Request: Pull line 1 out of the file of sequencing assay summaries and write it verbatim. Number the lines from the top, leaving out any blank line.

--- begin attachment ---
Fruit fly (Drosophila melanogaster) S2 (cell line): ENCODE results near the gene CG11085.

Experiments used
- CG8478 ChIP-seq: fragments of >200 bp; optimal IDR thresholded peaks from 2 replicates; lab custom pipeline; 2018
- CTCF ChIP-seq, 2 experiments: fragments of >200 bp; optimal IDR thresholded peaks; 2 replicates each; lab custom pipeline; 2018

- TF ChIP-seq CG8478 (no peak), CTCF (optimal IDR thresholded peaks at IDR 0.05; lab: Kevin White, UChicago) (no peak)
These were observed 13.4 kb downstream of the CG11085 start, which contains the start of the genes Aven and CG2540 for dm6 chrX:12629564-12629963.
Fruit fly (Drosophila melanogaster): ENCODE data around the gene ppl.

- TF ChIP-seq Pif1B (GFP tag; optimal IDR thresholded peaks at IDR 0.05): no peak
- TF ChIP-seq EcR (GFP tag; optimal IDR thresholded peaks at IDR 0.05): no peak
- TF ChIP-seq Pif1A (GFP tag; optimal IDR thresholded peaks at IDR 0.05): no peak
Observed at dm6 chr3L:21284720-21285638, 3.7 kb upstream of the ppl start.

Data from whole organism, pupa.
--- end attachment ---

Fruit fly (Drosophila melanogaster) S2 (cell line): ENCODE results near the gene CG11085.